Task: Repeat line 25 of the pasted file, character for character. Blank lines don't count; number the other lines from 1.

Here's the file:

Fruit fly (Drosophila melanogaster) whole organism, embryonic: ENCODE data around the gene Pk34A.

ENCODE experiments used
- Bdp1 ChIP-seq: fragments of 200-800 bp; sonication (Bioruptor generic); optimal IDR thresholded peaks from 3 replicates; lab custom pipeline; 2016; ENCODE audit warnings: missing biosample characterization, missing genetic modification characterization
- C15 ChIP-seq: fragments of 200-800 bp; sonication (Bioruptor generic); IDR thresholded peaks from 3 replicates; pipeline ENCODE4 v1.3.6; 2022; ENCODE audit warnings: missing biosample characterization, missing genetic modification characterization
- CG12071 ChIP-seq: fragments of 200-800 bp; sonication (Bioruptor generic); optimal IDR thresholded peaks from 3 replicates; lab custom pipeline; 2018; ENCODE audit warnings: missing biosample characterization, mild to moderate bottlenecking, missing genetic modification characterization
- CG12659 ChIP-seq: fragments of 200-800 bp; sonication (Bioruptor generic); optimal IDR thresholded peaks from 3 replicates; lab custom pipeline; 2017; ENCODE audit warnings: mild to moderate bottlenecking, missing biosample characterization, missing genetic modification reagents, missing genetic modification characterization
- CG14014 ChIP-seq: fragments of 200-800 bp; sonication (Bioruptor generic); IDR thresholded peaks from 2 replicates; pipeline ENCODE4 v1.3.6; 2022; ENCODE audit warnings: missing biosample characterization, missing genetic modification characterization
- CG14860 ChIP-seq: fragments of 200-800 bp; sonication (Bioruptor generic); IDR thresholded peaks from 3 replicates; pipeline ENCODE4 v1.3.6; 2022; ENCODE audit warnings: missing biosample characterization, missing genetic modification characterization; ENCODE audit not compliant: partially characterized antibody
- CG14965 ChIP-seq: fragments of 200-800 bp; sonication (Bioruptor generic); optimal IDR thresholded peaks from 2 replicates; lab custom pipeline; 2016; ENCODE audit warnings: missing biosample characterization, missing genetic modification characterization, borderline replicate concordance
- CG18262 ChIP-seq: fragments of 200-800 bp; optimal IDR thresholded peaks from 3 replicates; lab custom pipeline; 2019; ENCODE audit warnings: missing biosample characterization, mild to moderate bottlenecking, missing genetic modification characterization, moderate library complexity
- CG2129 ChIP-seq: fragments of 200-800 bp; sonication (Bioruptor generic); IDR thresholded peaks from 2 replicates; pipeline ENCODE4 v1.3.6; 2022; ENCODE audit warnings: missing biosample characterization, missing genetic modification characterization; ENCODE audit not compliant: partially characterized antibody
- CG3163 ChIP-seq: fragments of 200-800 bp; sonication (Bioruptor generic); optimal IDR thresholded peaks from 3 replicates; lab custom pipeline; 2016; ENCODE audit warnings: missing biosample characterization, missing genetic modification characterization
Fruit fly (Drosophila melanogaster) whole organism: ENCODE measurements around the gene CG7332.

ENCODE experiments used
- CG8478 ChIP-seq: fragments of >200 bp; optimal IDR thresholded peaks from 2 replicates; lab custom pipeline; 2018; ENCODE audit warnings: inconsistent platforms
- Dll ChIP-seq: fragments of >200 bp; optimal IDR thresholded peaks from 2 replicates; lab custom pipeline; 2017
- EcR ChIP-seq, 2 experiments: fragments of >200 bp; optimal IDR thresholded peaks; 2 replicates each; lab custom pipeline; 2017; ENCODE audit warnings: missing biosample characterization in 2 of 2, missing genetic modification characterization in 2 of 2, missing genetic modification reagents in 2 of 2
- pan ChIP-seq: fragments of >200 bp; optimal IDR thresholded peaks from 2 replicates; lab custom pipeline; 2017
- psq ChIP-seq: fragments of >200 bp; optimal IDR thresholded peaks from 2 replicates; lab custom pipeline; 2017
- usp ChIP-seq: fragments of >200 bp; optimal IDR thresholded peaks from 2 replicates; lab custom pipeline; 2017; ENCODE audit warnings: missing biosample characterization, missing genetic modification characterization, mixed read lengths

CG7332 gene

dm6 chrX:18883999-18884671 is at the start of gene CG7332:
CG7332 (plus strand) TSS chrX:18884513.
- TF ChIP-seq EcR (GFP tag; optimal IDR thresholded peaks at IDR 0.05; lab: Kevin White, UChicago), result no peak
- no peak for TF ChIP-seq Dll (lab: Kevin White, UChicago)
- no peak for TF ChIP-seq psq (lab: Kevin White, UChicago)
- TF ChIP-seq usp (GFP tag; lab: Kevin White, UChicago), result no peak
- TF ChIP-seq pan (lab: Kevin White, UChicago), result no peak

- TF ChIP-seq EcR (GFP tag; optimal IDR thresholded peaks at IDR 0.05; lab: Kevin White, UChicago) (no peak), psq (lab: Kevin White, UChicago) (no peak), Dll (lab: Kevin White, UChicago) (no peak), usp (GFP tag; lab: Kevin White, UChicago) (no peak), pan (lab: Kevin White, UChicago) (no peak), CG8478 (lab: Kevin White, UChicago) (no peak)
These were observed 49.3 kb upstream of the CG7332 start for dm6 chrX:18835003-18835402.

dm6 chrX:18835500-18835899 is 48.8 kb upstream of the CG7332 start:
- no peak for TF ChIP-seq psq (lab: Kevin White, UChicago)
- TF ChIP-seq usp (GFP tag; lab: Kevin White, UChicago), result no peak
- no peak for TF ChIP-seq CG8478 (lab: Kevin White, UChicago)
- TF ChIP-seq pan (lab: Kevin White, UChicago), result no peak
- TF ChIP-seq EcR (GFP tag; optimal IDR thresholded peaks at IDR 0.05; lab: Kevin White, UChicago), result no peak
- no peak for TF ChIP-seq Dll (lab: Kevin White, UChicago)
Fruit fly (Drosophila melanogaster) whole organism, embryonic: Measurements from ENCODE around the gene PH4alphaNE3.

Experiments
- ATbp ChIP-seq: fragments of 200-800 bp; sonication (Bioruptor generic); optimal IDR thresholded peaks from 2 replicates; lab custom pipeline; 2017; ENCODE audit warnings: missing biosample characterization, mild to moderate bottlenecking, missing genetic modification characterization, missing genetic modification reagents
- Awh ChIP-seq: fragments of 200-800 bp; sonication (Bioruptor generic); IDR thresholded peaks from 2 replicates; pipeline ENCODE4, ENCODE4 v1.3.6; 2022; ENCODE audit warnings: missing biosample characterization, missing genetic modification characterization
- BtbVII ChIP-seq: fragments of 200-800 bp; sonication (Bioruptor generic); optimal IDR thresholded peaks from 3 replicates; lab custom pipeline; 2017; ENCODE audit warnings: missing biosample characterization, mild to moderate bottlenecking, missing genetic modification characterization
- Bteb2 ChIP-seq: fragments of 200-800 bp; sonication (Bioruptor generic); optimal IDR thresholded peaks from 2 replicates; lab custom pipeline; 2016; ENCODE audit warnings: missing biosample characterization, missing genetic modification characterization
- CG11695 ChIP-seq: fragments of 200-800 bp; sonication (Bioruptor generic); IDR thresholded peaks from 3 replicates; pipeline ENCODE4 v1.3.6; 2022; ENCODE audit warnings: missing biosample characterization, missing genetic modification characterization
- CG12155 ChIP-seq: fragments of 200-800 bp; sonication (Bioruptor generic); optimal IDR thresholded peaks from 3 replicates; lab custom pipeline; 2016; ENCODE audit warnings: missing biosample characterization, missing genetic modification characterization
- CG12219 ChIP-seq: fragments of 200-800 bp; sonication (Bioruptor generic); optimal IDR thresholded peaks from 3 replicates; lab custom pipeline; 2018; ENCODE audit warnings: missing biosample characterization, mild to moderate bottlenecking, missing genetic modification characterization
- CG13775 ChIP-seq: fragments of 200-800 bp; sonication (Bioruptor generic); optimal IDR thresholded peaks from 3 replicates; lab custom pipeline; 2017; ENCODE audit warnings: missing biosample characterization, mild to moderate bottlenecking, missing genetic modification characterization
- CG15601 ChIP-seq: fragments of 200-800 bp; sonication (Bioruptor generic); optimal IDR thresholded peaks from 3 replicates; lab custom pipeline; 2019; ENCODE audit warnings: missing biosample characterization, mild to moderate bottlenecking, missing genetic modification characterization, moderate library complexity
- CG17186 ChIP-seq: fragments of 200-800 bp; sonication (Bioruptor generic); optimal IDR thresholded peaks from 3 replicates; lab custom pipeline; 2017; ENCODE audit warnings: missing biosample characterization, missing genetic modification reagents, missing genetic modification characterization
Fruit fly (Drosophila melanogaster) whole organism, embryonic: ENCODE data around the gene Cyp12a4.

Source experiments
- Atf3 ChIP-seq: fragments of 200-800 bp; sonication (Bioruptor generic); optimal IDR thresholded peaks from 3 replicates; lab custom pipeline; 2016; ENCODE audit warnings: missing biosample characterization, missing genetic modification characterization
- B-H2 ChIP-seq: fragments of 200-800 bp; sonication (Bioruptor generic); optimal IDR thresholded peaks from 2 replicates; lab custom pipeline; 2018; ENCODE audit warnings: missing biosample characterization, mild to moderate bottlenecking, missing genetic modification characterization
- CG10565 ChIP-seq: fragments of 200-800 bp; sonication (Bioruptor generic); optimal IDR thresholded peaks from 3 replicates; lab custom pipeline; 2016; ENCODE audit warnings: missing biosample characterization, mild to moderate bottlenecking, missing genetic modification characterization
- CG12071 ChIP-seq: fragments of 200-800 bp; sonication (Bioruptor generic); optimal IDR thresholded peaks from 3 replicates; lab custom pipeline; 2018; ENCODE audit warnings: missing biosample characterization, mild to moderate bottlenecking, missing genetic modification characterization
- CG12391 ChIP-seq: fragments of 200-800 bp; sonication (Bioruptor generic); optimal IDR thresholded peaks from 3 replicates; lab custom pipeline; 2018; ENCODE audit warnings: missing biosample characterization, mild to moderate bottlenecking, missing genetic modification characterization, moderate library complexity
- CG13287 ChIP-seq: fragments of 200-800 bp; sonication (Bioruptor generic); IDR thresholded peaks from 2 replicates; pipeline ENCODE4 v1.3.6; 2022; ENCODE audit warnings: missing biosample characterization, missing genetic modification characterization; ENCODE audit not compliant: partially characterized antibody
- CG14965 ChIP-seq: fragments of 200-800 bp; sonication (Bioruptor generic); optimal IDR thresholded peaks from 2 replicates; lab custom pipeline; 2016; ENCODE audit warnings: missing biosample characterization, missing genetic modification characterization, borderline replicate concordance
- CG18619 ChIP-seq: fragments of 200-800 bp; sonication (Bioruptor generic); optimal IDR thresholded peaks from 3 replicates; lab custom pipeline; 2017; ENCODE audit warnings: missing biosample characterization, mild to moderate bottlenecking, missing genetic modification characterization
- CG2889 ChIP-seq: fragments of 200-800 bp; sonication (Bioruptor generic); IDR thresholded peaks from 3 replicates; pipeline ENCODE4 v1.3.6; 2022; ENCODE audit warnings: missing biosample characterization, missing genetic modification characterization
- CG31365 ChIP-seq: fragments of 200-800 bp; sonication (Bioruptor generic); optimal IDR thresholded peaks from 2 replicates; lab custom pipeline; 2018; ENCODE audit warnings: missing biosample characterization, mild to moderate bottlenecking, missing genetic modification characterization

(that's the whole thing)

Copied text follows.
- no peak for TF ChIP-seq Dll (lab: Kevin White, UChicago)